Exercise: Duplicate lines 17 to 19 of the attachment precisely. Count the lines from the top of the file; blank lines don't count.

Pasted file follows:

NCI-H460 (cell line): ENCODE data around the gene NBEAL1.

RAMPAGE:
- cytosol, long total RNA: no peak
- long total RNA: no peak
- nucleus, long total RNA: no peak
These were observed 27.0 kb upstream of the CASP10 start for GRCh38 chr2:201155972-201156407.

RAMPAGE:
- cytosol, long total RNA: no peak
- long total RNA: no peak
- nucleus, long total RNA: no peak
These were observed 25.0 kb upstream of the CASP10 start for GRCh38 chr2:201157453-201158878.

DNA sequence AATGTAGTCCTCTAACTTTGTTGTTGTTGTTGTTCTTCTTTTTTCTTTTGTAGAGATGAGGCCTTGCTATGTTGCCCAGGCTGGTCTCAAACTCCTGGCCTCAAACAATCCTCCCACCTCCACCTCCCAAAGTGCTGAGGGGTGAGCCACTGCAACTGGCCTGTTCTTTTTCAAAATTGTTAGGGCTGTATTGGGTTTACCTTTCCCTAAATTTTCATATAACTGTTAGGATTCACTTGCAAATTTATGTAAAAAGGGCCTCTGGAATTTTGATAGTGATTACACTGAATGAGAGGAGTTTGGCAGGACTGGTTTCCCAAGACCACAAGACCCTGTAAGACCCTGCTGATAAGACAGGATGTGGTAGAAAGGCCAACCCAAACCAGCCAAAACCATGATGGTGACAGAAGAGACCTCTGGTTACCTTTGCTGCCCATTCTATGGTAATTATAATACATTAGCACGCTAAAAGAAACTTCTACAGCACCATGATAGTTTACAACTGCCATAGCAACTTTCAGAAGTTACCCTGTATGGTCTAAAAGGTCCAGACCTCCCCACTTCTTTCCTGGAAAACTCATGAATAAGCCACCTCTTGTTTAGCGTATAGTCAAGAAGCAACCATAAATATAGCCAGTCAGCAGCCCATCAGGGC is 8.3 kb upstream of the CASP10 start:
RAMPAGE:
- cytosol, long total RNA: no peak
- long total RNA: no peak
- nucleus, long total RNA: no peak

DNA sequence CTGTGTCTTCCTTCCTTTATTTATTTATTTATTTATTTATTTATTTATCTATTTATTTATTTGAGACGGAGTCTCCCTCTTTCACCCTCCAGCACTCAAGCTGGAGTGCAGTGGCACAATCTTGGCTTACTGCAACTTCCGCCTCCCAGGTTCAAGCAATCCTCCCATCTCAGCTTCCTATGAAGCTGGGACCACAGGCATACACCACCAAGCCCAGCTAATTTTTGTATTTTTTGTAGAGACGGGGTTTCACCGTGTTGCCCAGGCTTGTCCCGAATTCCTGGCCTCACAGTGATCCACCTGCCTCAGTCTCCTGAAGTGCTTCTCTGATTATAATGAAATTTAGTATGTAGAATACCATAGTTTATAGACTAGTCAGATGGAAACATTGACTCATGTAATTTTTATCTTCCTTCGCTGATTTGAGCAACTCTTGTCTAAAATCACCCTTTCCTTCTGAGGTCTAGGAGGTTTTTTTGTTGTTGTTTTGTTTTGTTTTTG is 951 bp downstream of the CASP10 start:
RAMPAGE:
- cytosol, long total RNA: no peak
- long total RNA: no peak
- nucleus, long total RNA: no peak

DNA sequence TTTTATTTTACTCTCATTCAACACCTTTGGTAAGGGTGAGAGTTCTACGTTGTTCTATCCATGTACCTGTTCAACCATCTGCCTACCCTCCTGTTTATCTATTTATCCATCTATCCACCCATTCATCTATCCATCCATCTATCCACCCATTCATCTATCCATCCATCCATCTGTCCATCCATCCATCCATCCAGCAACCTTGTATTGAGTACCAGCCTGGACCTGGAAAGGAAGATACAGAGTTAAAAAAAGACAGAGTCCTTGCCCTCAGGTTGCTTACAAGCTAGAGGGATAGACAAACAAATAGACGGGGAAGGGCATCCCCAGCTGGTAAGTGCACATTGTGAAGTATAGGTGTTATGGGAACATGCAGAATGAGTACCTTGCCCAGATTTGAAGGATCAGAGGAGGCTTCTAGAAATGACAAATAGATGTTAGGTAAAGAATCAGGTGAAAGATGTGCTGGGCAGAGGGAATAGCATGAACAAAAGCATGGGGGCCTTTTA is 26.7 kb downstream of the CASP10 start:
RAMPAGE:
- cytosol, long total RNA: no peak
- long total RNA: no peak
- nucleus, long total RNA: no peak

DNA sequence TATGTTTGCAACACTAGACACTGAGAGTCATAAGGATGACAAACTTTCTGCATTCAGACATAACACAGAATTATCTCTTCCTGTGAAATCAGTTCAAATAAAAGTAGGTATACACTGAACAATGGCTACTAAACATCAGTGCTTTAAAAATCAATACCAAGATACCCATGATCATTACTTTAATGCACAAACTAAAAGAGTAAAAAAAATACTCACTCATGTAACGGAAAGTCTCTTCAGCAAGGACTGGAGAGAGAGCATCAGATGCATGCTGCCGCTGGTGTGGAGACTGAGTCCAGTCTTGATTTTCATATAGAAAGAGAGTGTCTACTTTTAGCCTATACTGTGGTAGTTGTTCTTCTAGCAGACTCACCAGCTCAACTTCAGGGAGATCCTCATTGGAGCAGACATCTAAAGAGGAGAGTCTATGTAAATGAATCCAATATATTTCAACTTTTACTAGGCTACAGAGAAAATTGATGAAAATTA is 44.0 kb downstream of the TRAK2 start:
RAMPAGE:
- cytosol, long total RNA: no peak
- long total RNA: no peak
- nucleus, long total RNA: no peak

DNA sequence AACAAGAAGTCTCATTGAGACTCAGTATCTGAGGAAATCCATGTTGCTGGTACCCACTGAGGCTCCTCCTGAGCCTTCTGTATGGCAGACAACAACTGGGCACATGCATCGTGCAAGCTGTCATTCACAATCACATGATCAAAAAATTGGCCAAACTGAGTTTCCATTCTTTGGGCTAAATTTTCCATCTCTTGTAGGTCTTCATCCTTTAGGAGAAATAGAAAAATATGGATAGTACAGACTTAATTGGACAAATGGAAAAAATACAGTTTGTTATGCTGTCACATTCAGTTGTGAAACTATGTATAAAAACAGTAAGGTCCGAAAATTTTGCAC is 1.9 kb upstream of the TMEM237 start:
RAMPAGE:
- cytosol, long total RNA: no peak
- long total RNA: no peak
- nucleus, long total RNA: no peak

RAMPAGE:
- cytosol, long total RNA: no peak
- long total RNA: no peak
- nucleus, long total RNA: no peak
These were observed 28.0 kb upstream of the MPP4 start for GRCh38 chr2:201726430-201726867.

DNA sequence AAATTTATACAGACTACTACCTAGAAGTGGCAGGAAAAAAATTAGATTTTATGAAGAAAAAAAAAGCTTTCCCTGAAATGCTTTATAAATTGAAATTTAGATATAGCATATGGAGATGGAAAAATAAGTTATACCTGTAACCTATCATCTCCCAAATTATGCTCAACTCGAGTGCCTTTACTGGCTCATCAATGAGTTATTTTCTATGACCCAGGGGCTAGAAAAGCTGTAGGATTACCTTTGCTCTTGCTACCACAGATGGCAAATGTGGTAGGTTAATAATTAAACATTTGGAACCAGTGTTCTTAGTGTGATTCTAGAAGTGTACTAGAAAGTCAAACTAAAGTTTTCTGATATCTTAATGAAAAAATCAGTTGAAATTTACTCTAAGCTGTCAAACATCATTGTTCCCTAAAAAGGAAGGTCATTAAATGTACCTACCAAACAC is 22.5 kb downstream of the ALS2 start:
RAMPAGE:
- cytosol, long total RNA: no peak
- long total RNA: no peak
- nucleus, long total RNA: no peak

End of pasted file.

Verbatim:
DNA sequence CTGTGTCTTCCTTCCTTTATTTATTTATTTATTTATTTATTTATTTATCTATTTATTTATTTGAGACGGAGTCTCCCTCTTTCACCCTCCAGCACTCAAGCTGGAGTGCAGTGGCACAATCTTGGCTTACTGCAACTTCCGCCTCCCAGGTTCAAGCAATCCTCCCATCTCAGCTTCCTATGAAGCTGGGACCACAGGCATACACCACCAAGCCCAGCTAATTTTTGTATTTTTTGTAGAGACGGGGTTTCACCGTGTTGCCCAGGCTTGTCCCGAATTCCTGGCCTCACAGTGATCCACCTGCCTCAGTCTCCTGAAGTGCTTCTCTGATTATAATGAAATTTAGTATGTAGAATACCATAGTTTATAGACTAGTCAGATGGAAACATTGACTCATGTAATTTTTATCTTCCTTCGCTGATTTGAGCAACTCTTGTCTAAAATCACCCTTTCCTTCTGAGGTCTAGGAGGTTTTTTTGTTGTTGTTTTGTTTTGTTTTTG is 951 bp downstream of the CASP10 start:
RAMPAGE:
- cytosol, long total RNA: no peak